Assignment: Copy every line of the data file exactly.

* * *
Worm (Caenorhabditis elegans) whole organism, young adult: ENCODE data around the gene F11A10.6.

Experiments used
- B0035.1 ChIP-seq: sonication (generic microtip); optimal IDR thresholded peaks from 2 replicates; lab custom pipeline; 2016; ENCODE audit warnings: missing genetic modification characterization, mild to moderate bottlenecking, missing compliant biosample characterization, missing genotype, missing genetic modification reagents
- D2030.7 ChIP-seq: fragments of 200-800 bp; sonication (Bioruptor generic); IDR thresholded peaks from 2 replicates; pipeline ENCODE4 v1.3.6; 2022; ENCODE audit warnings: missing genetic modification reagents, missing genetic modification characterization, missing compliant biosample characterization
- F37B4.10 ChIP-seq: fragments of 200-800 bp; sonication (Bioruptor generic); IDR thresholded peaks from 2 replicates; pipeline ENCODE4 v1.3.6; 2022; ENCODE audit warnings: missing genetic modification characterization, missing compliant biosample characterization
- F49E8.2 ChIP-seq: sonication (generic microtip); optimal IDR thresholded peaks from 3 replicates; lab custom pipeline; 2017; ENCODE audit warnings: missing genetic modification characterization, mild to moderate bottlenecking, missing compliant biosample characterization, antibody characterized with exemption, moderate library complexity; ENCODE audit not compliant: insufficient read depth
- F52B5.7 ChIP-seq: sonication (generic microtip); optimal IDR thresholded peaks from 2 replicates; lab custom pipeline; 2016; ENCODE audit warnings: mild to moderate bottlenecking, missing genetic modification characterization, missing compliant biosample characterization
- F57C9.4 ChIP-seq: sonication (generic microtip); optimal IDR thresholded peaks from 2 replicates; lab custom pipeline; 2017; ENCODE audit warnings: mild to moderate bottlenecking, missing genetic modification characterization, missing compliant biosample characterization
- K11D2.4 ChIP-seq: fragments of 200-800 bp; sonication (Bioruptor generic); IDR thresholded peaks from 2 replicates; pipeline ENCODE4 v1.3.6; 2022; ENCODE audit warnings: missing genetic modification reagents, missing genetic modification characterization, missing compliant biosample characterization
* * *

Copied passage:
Worm (Caenorhabditis elegans) whole organism, young adult: ENCODE data around the gene F11A10.6.

Experiments used
- B0035.1 ChIP-seq: sonication (generic microtip); optimal IDR thresholded peaks from 2 replicates; lab custom pipeline; 2016; ENCODE audit warnings: missing genetic modification characterization, mild to moderate bottlenecking, missing compliant biosample characterization, missing genotype, missing genetic modification reagents
- D2030.7 ChIP-seq: fragments of 200-800 bp; sonication (Bioruptor generic); IDR thresholded peaks from 2 replicates; pipeline ENCODE4 v1.3.6; 2022; ENCODE audit warnings: missing genetic modification reagents, missing genetic modification characterization, missing compliant biosample characterization
- F37B4.10 ChIP-seq: fragments of 200-800 bp; sonication (Bioruptor generic); IDR thresholded peaks from 2 replicates; pipeline ENCODE4 v1.3.6; 2022; ENCODE audit warnings: missing genetic modification characterization, missing compliant biosample characterization
- F49E8.2 ChIP-seq: sonication (generic microtip); optimal IDR thresholded peaks from 3 replicates; lab custom pipeline; 2017; ENCODE audit warnings: missing genetic modification characterization, mild to moderate bottlenecking, missing compliant biosample characterization, antibody characterized with exemption, moderate library complexity; ENCODE audit not compliant: insufficient read depth
- F52B5.7 ChIP-seq: sonication (generic microtip); optimal IDR thresholded peaks from 2 replicates; lab custom pipeline; 2016; ENCODE audit warnings: mild to moderate bottlenecking, missing genetic modification characterization, missing compliant biosample characterization
- F57C9.4 ChIP-seq: sonication (generic microtip); optimal IDR thresholded peaks from 2 replicates; lab custom pipeline; 2017; ENCODE audit warnings: mild to moderate bottlenecking, missing genetic modification characterization, missing compliant biosample characterization
- K11D2.4 ChIP-seq: fragments of 200-800 bp; sonication (Bioruptor generic); IDR thresholded peaks from 2 replicates; pipeline ENCODE4 v1.3.6; 2022; ENCODE audit warnings: missing genetic modification reagents, missing genetic modification characterization, missing compliant biosample characterization